The consistent pattern of overestimation of the AF in scenarios where the confounder negatively confounds the exposure-disease RR (ie, confounding RR <1, or crude RR <adjusted RR), and underestimation of the AF when the confounder positively confounds the exposure-disease relationship (ie, confounding RR >1, or crude RR >adjusted RR) can be explained by the weighting used to calculate the unbiased AF in Formula 3. For example, if the confounder and exposure are positively associated with one another (and both are positively associated with disease, as in Fig. 1, scenario 1), then strata where the confounder is present will (1) have a greater case-load and therefore contribute more weight to the weighted sum because the stratum-specific case proportions are the weights, and (2) have a higher prevalence of exposure and therefore a higher stratum-specific AF. If strata with larger AFs contribute more weight to the weighted sum, the unbiased (“true”) AF will be higher. Thus, as the unbiased AF (the denominator) gets larger, the biased numerator (using Formula 2) increasingly underestimates it. The reverse is true when the confounder is negatively associated with the disease (Fig. 1, scenario 3). These same kinds of relationships can be intuited for scenarios 2 and 4 (Fig. 1).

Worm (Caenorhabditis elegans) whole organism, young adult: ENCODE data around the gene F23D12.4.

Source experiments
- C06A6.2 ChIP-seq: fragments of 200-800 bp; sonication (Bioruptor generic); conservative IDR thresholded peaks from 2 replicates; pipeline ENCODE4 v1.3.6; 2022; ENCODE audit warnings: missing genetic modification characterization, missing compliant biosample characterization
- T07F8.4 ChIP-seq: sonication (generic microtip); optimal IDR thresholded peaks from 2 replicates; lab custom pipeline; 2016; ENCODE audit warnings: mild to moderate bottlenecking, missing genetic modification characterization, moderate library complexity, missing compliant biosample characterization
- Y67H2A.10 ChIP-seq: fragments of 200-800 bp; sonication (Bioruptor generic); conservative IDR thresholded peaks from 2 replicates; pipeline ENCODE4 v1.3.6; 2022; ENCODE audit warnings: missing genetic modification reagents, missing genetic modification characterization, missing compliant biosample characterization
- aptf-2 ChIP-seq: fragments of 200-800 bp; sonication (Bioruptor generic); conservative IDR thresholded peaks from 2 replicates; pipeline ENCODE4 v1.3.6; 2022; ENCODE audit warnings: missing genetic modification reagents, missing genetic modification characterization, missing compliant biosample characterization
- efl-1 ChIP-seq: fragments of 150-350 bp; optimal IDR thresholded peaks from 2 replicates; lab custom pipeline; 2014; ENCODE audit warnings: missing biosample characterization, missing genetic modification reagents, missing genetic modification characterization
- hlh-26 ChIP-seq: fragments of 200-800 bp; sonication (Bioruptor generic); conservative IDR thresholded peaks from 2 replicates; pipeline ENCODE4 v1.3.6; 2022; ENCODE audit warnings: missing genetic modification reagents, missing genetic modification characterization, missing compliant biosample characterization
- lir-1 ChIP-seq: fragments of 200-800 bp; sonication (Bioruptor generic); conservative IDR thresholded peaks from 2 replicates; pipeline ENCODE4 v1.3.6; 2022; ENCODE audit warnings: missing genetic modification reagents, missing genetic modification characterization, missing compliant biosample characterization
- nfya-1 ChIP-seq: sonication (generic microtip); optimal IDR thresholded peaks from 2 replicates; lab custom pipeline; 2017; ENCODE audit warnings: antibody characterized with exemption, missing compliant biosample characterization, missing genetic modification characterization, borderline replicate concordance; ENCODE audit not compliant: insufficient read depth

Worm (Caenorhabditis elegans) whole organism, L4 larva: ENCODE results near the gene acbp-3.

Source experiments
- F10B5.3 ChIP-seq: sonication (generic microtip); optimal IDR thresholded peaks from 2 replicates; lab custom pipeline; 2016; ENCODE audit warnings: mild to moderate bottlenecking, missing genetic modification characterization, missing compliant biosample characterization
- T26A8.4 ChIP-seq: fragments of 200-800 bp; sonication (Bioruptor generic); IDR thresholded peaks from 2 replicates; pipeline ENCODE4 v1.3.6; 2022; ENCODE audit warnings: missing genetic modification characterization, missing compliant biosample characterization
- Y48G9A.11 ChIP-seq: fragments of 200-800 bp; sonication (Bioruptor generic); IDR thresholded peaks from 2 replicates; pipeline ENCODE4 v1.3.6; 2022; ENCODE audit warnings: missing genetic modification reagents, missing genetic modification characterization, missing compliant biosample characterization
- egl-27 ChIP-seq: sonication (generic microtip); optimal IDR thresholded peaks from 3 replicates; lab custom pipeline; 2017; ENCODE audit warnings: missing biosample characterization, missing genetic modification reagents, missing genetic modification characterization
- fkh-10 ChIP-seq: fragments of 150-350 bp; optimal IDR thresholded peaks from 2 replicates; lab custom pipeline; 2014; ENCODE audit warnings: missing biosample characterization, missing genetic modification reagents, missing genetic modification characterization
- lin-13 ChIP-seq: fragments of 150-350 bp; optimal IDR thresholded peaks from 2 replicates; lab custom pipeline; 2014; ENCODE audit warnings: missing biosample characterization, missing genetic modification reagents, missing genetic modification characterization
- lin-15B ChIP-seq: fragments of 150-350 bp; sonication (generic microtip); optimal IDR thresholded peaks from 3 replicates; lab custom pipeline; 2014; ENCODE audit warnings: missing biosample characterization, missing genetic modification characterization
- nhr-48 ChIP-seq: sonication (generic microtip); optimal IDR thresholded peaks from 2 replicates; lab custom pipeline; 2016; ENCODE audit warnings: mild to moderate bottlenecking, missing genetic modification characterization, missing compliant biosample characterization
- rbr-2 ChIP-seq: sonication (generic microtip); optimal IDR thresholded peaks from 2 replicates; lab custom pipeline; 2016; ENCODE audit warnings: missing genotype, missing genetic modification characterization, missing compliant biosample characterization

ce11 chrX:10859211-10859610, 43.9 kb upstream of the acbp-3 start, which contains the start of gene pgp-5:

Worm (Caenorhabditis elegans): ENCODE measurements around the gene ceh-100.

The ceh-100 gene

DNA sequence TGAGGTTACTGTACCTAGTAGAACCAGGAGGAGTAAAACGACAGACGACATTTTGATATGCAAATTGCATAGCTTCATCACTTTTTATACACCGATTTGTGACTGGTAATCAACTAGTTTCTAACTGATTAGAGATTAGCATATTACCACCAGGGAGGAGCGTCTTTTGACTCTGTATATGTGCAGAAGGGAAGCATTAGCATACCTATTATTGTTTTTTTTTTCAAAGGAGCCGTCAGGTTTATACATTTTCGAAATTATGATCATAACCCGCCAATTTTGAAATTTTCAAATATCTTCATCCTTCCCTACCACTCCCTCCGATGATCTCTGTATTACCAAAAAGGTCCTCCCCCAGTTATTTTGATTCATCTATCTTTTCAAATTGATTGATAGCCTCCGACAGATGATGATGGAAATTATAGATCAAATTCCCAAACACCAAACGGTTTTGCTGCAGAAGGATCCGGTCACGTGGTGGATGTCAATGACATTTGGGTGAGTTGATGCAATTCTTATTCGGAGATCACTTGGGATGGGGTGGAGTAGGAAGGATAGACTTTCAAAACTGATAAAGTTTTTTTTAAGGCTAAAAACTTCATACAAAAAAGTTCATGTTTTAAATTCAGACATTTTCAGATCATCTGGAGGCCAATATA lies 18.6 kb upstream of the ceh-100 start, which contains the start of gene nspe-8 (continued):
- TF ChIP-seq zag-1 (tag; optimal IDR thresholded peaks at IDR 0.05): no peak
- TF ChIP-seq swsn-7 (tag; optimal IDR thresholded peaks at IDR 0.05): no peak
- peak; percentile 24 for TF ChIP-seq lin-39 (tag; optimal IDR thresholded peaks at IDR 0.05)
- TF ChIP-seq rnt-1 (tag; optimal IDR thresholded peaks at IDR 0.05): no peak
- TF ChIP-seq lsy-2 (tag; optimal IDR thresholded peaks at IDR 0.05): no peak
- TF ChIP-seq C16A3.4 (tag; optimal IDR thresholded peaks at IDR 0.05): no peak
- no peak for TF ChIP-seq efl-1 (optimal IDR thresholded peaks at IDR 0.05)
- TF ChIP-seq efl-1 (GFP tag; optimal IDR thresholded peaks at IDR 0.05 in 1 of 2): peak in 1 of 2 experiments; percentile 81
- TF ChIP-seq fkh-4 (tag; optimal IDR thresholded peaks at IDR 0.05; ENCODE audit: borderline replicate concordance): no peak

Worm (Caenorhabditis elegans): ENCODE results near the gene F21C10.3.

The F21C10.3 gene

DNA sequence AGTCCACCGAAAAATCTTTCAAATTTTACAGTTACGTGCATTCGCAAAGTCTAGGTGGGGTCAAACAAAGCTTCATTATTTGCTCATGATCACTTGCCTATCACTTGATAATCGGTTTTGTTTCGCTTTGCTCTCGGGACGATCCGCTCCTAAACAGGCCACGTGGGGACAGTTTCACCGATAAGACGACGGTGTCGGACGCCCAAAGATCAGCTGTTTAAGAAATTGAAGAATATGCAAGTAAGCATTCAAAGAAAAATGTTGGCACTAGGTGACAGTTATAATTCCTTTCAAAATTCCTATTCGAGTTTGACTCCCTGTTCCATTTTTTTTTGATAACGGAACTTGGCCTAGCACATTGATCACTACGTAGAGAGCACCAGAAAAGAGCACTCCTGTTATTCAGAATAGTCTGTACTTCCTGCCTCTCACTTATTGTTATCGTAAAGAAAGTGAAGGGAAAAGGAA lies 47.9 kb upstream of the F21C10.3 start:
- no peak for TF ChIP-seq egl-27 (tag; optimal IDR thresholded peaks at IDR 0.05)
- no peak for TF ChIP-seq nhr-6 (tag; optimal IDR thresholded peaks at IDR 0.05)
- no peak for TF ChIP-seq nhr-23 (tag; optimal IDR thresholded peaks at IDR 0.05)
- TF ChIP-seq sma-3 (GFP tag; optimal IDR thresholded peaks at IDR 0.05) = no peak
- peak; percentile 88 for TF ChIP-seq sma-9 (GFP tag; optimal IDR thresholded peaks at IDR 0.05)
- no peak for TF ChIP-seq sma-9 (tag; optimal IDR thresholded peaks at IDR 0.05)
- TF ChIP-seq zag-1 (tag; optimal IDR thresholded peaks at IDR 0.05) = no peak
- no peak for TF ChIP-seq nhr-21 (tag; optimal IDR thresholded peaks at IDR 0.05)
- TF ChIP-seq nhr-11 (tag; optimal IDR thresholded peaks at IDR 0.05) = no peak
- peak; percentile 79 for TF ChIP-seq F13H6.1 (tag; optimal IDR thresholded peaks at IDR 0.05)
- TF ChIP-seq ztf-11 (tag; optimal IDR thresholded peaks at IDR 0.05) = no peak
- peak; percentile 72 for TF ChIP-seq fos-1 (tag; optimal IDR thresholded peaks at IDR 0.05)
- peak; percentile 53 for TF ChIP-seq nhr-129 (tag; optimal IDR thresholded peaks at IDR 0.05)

A single dichotomous confounder is not realistic for most epidemiologic studies. We therefore also examined 2-confounder scenarios, and found results identical to the one-confounder results. For a given prevalence of exposure and exposure-disease RR, the confounding RR determined bias in the AF. Although our conclusions are limited to the specific data scenarios examined, the fact that results were identical for the 1-confounder and 2-confounder scenarios provides some evidence of generalizability to multiconfounder situations.